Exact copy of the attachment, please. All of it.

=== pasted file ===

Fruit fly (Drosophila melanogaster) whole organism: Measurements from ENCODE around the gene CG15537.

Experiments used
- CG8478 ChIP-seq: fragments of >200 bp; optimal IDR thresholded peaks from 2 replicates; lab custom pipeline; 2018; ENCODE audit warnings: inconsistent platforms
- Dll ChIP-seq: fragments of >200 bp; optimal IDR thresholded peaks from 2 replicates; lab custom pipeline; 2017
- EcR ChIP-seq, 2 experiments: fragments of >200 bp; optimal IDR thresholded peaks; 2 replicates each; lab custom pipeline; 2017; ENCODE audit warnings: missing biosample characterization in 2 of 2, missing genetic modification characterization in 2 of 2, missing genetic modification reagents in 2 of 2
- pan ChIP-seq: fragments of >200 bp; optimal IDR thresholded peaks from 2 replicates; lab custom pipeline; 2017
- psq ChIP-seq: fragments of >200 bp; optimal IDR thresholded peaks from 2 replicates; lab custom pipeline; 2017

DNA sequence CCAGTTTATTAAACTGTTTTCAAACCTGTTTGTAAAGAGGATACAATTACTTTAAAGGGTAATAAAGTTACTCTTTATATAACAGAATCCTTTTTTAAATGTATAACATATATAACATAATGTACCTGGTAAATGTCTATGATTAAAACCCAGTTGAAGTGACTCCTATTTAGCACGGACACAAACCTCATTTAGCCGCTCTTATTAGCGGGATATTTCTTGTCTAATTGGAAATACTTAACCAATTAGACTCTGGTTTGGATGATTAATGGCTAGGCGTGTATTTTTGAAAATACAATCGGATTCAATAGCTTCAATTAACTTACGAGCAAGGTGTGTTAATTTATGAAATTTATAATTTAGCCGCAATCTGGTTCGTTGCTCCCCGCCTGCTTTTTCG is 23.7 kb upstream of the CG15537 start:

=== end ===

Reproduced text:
Fruit fly (Drosophila melanogaster) whole organism: Measurements from ENCODE around the gene CG15537.

Experiments used
- CG8478 ChIP-seq: fragments of >200 bp; optimal IDR thresholded peaks from 2 replicates; lab custom pipeline; 2018; ENCODE audit warnings: inconsistent platforms
- Dll ChIP-seq: fragments of >200 bp; optimal IDR thresholded peaks from 2 replicates; lab custom pipeline; 2017
- EcR ChIP-seq, 2 experiments: fragments of >200 bp; optimal IDR thresholded peaks; 2 replicates each; lab custom pipeline; 2017; ENCODE audit warnings: missing biosample characterization in 2 of 2, missing genetic modification characterization in 2 of 2, missing genetic modification reagents in 2 of 2
- pan ChIP-seq: fragments of >200 bp; optimal IDR thresholded peaks from 2 replicates; lab custom pipeline; 2017
- psq ChIP-seq: fragments of >200 bp; optimal IDR thresholded peaks from 2 replicates; lab custom pipeline; 2017

DNA sequence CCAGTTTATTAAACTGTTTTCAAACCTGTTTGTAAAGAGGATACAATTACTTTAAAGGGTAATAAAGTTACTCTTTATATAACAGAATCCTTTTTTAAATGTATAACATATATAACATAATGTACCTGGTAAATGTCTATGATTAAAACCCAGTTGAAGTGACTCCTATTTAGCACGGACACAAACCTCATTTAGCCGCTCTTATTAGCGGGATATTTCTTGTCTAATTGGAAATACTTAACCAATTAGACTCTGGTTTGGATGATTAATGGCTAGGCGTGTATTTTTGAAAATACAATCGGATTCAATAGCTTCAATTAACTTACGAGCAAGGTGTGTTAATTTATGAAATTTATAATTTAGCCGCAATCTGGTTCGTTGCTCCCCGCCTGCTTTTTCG is 23.7 kb upstream of the CG15537 start: